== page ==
One Quickening Eye

Twenty-One After Days, Lisa Lubasch
[75pp, $14, Avec Books, P.O. Box 1059, Penngrove, CA 94951]

There is an utter luminosity to Twenty-One After Days. I mean this as it stands; light and insight seem to saturate these pages both in layout and vocabulary. 'Light is merging,/ tending towards completion,/ lucidly creating a figure unforeseen'; we follow its lead to 'where the sunlight streaks into visibility, here on an outcast day, rustling, faltering, merging, free, lengthened inside an opening'. And the book itself is also very much concerned with utterings, the brief phrases and impulses of language as we attempt to communicate, and, albeit only briefly, to connect. Lubasch's poetry is concerned with, but not enslaved to, meaning and communication, and works to lift our preconceptions from the heaviness of assumed certainty. Language here is fluid, twists and spreads, doubles back and erases itself. The lightness of her poetry, the space and lineation it plays with, and the inherent ambiguity of poetic image and language, are all used to enact this wonderfully well.

You could conclude from this that Lubasch is writing, though through an informed, post-modern lens, in a time honoured stream-of-consciousness style. But discontinuities figure as much as continuities here. The sections of this extended poem are all connected, but also distinguished one from the other by varied use of comma, line-break, dash - I loved her use of the dash, inevitably reminiscent of Emily Dickinson, of course, but also making me think of blink after blink of perception; each glimpse momentarily clarified before succeeding to the next. Alice Walker writes about 'trying to look at something without blinking, to see what it is like'; here we have something much more like the art of blinking creating new visions.

Often an image becomes a thought, and vice versa. 'a fable flies across - misted - sliding itself out of doors - thinking aloud - in the trees - there, you see - ' ; 'how unusual - that the bird would flit - and be the destination - of its own idea - ' philosophy (phenomenology) and form frequently oscillate the one into the other. I like this process, it retains playfulness and imagery amidst abstraction. Although this is a thoughtful book, there is an elusive layer of embodiment in the writing. 'The body, slippery, is a script, walking, penitently, all abandonmentÉ' . There is also humour, uneasy enough, but I was grateful for those 'beads of laughter' which play on words: ' - what rhymes with death? - sayeth - what rhymes with orange? - in the airport lounge'. A humour of departures, perhaps. But what happens to all these phrases once they have been uttered, where can they go?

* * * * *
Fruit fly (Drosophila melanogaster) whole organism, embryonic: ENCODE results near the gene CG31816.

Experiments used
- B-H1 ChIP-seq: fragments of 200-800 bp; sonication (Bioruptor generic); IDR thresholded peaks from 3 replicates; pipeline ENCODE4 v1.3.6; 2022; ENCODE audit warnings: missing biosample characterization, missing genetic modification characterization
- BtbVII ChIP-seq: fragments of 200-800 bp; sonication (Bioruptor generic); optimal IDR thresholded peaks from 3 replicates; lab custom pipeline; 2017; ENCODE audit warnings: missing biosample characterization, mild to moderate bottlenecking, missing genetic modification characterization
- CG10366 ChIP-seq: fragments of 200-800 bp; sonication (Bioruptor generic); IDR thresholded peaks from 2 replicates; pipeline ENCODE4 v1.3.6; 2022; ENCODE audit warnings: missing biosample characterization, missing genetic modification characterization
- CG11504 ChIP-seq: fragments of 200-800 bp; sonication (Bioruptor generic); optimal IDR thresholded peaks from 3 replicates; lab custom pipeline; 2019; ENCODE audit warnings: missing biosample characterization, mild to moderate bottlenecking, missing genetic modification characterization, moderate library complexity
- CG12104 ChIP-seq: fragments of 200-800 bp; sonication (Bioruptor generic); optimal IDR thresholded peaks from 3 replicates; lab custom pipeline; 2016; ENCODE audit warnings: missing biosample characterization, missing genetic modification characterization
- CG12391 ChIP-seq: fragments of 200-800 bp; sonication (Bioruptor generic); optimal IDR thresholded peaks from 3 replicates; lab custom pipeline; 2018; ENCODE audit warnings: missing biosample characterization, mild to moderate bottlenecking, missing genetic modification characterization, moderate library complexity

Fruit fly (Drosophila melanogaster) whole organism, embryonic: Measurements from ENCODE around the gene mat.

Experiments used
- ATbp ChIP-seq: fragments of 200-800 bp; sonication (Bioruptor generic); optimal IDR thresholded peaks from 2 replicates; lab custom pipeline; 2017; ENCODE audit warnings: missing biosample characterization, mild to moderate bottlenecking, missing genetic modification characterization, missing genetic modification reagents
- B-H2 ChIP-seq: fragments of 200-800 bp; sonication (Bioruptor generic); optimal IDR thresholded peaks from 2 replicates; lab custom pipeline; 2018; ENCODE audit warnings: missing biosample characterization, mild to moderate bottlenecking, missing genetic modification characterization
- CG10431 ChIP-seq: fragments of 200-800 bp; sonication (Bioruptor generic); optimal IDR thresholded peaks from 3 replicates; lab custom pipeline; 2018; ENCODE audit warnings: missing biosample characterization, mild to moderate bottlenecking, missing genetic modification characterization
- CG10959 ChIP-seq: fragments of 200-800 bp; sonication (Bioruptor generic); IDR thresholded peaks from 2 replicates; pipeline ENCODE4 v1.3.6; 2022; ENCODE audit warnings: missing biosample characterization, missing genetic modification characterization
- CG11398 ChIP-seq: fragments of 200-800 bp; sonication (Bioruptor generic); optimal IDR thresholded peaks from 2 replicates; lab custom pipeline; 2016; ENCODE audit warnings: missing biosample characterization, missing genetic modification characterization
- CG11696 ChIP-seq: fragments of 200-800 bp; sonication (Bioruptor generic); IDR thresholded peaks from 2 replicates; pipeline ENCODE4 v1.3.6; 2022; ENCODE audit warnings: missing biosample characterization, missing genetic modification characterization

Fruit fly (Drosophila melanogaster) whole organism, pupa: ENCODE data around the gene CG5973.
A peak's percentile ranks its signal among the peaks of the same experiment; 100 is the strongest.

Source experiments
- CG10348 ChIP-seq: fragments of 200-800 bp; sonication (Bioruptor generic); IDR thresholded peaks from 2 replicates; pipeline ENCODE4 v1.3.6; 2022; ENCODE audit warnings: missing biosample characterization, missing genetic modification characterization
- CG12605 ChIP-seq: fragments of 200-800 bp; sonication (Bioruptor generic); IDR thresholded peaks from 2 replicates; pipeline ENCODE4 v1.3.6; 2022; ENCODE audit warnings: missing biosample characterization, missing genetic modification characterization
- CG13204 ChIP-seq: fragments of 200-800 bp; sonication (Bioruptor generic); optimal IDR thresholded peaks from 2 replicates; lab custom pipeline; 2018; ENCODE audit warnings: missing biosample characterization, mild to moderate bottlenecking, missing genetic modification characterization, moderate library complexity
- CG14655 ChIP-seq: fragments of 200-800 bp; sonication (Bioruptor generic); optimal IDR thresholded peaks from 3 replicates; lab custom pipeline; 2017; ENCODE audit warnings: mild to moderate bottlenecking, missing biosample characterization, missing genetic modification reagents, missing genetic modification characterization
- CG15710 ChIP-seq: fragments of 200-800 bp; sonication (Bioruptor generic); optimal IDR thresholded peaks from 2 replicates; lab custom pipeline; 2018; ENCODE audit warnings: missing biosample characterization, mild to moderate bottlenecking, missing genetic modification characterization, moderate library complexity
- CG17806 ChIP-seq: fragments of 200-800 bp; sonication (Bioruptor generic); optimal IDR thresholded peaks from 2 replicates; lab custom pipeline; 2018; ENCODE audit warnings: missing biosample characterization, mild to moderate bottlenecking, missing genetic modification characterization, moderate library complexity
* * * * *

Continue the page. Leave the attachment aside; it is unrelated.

If you can be sure of anything here, it is Lubasch's wariness of simple linear narrative, of straight explanation. Phrases and the humans who utter them may hanker after the clear line: 'a promise grows - impure - in the transfer - to another - Éit speaks - to an arrow - saying - 'yes yes' - anything to hear its own voice'. But this text rather is true to its own lightness, 'momentarily - its understanding - intends a pattern' but 'all ideas are restless' , language is 'snatched, inherited'; intention and understanding are fragmented and porous. Brave is a poem which 'admits its own precariousness' like this; although in a sense, this is what all poetry must do.

But I want to convey the gracefulness as well as the thoughtfulness of this book. Imagery, such as winter, light, flowers, recur, but not oppressively. Some pages have the flickering shape of angel fish, about to flisk out of sight; others read like finely crafted haiku. Even in the more prose-like blocks of hyphenated writing, Lubasch is most definitely writing poetry, and poetry with threads back to the literary past: 'literary strands - flit bemused - about the house - '. I found familiar sounding iambic pentameters in unlikely places: 'the acknowledged lark - cannot be trimmed to fit - it's drawing nigh and struggling to become' - a sort of Keatsian echo. One or two pages really feel complete in themselves. I picked up ghostly waves of the villanelle as this lovely opening stanza repeats and mutates:

     the voice
     rehearsing at its boundaries
     in through the door   and stops   a wave   clandestine   forward through the door
     and stops.

'The voice' is personal, yet beyond personal also. Ultimately, Lubasch suggests in this book, perception, insight, might just happen to us without our volition: just like those creative leaps of imagination, faith, and all new knowledge:

     for sometimes a perception - travels through us -
                            we're unloosened - in its equivocal brightness -
                 our knowing is then changed -
                            gone from the afternoon's vista

Glance through this luminous book then, and let its light glance off you.

                        © Sarah Law 2007